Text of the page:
When I came to America over twenty years ago I arrived with two suitcases holding all of my belongings.
Packed with care, they held everything I thought I needed for the next year of my life in this new and exciting country.
Over the past twenty-something years my earthly belongings have doubled and quadrupled many times over. I can no longer fit all my "treasures" into two suitcases. My trove of 'stuff' could fill two trucks.
Decluttering My Home
Now that my kids are at school I have decided to declutter my home. This beautiful William Morris quotation is my guideline for this momentous task.
"Have nothing in your houses that you do not know to be useful or believe to be beautiful."
- William Morris
But as I gathered and sorted, trashed and saved, dug deeper into closets and those dangerous storage corners of my infamous basement, I found them.
My two suitcases!
My trusty companions traveled across the Atlantic on an Aer Lingus plane with me, starting me out on my American journey. They are not-so-beautiful, and definitely not-so-useful anymore.
Although faded they retain their tapestry pattern. I must have thought I was cool back then. Who remembers this supposedly-trendy, vintage-look of eighties luggage? Cases with teal green backgrounds were very popular, but I chose the fall look, boasting golden hues.
My case was the roller kind. Remember the ones with four tiny wheels secured to the bottom. Each wheel had a devious mind of its own. No two wheels spun in the same direction, so the case inevitably toppled over. I always ended up dragging mine on its side across the airport floor, dirtying that tapestry facade.
The handle resembled a dog leash, adding to the overall lack of control. May God bless whoever invented roller-boards and stow-away handles.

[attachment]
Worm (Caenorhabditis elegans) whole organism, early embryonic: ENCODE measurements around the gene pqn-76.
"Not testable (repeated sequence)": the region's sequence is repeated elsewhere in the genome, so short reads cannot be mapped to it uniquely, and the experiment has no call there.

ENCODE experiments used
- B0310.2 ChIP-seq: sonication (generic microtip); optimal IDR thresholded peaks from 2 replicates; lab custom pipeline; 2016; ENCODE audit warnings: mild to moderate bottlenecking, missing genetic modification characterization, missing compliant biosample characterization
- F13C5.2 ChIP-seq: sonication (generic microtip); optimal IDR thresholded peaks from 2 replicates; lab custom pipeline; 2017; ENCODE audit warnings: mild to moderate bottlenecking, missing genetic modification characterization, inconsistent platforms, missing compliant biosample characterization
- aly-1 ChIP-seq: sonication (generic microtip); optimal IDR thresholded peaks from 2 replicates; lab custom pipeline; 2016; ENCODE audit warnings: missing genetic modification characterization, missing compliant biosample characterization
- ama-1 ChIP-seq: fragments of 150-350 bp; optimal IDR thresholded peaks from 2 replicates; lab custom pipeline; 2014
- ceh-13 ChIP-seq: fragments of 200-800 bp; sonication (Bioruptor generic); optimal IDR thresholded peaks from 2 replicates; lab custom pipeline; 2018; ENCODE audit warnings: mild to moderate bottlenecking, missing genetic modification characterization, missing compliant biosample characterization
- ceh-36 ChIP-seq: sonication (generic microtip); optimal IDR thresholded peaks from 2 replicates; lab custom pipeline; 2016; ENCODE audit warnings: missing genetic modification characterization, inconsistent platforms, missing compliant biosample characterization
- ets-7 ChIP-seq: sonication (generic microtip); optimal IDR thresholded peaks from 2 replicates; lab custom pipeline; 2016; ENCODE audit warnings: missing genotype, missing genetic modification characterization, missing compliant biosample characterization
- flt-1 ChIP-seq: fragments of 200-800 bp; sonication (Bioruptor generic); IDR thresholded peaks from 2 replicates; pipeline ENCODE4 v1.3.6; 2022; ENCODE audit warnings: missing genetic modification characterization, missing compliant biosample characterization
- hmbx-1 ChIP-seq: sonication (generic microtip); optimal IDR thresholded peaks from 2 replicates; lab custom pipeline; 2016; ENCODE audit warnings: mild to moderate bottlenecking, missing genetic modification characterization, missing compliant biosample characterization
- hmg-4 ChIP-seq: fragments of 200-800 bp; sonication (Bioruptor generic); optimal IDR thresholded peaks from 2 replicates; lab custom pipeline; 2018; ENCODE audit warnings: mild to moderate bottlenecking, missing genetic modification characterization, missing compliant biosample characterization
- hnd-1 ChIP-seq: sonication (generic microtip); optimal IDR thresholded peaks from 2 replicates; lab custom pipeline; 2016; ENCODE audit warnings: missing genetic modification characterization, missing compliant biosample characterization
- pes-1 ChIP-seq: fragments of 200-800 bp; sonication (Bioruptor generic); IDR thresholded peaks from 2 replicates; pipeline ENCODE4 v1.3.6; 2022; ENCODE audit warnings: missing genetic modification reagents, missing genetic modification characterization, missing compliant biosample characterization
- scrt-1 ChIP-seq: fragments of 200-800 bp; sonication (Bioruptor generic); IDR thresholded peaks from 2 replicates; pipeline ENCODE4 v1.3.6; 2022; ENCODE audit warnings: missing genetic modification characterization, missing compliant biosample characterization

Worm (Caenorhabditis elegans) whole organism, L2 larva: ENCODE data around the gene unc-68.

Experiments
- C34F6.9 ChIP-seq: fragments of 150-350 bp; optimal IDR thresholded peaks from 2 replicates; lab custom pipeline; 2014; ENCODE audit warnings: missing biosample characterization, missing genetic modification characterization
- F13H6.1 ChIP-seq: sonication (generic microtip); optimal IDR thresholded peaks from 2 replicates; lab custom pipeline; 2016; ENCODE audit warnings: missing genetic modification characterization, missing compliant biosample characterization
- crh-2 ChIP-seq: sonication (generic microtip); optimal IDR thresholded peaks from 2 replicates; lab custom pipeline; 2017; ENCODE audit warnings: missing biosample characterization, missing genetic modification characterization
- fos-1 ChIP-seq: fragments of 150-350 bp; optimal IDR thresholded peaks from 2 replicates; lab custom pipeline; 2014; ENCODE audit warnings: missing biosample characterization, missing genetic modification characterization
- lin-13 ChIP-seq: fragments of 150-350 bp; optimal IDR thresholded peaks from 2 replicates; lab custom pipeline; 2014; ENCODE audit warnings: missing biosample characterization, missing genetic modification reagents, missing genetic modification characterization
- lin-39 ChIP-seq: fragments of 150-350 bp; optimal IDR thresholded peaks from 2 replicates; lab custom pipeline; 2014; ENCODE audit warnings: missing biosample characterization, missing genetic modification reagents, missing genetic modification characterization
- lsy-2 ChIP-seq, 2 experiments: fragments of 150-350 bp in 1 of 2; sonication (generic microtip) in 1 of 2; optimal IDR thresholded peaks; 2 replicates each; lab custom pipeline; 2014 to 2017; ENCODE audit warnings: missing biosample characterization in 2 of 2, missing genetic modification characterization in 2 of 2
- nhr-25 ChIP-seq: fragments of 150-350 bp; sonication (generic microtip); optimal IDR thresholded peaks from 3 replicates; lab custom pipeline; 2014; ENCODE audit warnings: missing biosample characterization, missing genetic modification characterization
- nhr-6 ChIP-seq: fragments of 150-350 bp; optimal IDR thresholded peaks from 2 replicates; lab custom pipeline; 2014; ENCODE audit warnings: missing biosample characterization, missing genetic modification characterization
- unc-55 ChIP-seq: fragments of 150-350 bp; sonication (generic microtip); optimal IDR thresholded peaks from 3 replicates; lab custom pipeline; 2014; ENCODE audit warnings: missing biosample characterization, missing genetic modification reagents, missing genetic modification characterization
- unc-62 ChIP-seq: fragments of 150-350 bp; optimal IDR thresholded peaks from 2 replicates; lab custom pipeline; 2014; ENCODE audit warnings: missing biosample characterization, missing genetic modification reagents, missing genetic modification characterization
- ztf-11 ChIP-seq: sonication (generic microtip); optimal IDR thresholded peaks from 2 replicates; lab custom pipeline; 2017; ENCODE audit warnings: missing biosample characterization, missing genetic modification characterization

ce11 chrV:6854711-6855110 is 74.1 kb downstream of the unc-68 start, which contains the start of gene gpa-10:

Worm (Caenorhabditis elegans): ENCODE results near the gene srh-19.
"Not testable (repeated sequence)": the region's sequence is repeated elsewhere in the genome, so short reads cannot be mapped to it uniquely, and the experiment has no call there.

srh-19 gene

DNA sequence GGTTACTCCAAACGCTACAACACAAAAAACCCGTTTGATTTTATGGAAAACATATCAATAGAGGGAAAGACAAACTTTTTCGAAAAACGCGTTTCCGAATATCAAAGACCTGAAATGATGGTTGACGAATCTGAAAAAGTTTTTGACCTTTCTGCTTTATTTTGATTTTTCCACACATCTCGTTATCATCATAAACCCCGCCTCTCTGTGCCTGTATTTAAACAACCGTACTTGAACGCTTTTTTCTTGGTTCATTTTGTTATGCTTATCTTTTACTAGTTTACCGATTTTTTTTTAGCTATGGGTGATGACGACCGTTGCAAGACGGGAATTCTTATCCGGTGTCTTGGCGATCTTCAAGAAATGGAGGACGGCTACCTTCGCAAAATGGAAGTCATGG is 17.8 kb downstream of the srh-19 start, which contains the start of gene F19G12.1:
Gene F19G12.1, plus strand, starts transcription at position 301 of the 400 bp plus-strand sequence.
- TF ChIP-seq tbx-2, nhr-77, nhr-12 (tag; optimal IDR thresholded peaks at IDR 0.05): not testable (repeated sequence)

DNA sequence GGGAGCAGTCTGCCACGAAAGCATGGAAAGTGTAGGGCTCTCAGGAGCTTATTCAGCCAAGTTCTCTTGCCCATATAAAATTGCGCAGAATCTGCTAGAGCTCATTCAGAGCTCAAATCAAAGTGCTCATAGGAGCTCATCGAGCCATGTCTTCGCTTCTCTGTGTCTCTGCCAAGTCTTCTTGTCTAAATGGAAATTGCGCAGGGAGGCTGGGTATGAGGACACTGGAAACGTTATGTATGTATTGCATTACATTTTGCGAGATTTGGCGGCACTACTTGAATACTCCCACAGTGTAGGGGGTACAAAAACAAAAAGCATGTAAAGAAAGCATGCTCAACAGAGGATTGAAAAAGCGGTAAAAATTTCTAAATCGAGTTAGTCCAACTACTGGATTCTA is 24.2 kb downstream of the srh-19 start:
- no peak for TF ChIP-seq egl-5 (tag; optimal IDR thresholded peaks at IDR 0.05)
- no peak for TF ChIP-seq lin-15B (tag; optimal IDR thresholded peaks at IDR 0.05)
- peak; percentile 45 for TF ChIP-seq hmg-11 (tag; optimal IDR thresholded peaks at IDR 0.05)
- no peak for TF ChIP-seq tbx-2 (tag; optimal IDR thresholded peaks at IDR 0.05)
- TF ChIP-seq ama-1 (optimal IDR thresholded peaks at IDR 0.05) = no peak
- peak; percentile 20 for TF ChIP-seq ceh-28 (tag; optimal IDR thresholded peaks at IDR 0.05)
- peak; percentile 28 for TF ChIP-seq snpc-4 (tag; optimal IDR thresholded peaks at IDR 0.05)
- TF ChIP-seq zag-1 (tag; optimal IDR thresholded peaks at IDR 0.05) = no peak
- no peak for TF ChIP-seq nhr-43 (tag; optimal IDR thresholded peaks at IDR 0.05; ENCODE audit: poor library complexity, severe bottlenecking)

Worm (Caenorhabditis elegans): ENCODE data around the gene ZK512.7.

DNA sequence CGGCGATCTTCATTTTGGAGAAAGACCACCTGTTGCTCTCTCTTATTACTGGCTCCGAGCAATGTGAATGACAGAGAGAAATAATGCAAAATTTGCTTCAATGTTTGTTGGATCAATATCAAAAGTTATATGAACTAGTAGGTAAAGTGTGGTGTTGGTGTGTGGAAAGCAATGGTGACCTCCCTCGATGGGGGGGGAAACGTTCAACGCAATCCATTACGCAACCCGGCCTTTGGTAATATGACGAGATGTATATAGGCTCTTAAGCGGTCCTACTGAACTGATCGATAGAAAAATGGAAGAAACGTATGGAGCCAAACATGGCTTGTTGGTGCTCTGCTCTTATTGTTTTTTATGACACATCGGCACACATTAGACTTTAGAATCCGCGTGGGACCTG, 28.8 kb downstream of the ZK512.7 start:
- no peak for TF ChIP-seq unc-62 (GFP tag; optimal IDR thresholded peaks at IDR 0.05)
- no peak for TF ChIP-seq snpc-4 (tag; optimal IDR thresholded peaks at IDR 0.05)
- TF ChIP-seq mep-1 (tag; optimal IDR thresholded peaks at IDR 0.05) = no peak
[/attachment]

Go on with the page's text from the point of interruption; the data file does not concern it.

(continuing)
Now my second suitcase probably should not be called a suitcase at all. A "wardrobe bag" is what I think they were named. The idea was to hang your clothes inside, zip it up, fold it over, and strap it together. Supposedly your suits arrived wrinkle free and ready to go.
That is, if the silly hook at the top didn't catch in the revolving bag belt at the airport, causing a major luggage backup. Cases jockeyed for position, hooks fenced each other, as the belt just kept going and going. Eventually bags started toppling over onto the ground, the guilty wardrobe bag mangled at the bottom of the mess.
And so, my old tapestry bags are neither beautiful, nor useful.
Should I throw them away?
This is a difficult one for me. I get nostalgic when I see them.
They remind me of my past, my transition, my innocence. They are symbols of my adventurous spirit, my pioneering ways of youth. Nothing akin to an old covered wagon of the old west, but still they represent the biggest change I ever undertook in my life.
I had so little in the world back then - just the contents of these two suitcases. Yet, I was happy, filled with anticipation and wonder. They remind me I do not need "things" to be happy. What makes me happy now is my family and they will never fit in two suitcases.
And so as I continue my pursuit of happiness, I will de-clutter with a vengeance. Stuff is never important in life.
But perhaps, I will hold on to my two suitcases.
Who knows? In years to come my children may donate them to an immigration museum as a prime example of how people traveled in the 1980's. Someday they may be prominently displayed in all their faded glory, just like the bags from the early 1900's in the Baggage Room at Ellis Island.
These two suitcases may no longer be beautiful or useful in a physical sense, but the memories they evoke, the life lessons they remind me of, are truly beautiful and useful.
Slán agus beannacht,
(Goodbye and blessings)
Mairéad -Irish American Mom
Pronunciation - slawn ah-gus ban-ock-th
Mairéad - rhymes with parade